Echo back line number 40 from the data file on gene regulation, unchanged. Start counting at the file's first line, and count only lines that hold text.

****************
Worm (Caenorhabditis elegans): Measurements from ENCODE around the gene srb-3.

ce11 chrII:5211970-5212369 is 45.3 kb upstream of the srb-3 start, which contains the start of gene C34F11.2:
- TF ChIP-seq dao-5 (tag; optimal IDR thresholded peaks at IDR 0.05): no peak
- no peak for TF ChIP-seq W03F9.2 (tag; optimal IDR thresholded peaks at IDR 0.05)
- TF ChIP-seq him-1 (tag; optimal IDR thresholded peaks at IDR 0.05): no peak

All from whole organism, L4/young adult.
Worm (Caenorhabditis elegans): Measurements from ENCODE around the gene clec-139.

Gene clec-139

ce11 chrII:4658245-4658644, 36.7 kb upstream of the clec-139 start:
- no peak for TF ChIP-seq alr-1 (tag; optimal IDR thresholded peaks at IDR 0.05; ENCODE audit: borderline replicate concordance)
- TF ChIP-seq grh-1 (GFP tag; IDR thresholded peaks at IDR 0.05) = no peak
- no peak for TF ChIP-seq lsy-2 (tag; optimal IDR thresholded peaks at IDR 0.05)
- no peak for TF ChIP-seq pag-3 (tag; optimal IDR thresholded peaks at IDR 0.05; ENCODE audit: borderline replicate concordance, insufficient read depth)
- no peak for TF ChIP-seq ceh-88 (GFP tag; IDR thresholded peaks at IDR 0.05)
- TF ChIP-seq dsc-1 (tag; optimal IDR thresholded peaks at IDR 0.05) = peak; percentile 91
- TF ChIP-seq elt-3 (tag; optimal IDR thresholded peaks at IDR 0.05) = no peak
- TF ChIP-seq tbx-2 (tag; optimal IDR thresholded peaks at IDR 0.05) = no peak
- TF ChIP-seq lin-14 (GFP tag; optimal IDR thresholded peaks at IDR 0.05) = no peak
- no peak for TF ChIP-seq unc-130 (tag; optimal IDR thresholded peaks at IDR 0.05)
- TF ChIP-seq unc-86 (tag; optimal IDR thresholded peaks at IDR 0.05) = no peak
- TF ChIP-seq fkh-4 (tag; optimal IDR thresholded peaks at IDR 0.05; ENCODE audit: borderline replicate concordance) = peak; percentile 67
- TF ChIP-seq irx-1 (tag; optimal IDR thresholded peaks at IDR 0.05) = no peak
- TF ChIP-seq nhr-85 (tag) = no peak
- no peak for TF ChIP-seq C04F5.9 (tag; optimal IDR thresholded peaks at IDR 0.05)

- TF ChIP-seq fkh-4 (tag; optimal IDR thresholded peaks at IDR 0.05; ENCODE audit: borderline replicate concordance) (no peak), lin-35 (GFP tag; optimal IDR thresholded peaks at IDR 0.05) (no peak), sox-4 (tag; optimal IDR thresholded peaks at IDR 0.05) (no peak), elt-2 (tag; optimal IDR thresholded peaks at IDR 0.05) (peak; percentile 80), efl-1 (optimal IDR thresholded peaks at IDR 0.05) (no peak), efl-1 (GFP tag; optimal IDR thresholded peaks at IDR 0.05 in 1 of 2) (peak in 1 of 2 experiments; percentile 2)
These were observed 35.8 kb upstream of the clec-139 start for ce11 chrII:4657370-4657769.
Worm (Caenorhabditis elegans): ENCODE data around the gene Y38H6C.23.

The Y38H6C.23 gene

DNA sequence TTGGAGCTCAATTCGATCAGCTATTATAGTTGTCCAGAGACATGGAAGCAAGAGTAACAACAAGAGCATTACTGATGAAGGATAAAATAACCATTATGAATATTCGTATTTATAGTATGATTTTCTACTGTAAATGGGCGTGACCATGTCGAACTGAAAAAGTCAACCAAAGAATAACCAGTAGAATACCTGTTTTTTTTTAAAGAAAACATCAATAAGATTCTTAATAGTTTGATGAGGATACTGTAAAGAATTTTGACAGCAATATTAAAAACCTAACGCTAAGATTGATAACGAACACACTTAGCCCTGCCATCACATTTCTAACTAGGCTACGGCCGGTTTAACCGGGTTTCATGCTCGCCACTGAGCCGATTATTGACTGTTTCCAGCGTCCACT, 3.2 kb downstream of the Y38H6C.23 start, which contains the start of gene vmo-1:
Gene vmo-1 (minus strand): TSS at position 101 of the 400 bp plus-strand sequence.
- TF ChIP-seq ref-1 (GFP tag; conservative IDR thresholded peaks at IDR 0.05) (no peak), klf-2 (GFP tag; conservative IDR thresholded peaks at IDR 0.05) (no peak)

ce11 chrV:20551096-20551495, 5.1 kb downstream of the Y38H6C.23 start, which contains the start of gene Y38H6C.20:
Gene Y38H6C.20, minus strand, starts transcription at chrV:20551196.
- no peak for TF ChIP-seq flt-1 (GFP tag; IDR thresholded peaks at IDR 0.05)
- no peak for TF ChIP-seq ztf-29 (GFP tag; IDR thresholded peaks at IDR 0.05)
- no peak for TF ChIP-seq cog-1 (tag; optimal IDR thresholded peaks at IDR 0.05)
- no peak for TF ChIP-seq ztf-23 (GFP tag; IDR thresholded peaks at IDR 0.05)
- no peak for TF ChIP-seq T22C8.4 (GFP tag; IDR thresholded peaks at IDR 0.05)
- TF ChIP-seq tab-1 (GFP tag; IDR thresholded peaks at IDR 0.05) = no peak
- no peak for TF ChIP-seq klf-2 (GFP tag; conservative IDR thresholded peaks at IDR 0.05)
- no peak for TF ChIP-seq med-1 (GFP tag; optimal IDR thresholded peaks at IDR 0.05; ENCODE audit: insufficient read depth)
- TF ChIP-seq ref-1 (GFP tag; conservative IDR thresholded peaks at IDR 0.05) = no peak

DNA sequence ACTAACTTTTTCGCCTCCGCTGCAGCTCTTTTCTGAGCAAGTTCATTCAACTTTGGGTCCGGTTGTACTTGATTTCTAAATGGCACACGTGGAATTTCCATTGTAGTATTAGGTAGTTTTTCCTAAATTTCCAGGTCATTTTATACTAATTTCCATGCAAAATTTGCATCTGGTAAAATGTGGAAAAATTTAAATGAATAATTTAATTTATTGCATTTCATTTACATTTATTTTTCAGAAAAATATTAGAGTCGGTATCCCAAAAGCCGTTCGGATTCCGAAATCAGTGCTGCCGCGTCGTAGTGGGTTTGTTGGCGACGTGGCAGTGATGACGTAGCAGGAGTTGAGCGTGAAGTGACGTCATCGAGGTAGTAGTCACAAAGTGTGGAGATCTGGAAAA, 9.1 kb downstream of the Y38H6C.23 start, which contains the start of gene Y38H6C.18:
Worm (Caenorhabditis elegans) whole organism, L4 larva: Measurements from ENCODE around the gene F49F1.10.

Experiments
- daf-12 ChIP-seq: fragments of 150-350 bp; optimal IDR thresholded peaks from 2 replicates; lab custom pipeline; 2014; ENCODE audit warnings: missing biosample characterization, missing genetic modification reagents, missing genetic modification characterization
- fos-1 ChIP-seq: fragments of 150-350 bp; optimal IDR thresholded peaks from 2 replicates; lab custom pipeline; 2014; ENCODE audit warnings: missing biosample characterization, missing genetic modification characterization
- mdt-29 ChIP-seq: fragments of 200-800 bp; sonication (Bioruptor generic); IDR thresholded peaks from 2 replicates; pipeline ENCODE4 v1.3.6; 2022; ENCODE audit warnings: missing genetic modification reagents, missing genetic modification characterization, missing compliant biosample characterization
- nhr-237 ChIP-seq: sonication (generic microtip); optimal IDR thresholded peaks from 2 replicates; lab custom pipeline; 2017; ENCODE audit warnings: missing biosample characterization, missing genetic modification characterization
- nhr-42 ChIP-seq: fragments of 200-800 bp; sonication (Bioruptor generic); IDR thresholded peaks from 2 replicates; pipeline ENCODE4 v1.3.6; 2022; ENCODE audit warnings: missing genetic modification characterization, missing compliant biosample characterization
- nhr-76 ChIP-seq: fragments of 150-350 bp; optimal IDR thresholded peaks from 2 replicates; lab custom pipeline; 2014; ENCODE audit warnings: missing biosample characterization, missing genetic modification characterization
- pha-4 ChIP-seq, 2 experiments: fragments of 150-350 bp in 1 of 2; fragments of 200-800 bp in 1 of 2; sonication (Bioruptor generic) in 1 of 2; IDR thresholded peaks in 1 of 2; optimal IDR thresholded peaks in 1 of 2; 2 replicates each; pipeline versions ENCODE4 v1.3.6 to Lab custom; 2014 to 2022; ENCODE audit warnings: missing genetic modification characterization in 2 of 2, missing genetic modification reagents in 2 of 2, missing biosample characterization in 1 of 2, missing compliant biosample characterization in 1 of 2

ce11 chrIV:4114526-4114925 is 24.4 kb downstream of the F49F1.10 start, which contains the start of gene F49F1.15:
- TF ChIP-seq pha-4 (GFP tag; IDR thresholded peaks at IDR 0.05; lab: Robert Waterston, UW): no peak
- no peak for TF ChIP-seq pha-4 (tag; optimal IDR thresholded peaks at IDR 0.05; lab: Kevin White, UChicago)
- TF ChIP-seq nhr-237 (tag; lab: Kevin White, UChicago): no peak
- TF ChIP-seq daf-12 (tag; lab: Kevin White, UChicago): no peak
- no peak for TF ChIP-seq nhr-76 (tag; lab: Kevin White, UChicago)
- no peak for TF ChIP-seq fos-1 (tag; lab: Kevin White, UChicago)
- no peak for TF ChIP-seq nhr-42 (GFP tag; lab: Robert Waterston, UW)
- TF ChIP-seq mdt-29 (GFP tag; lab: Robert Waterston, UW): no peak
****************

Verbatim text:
- no peak for TF ChIP-seq klf-2 (GFP tag; conservative IDR thresholded peaks at IDR 0.05)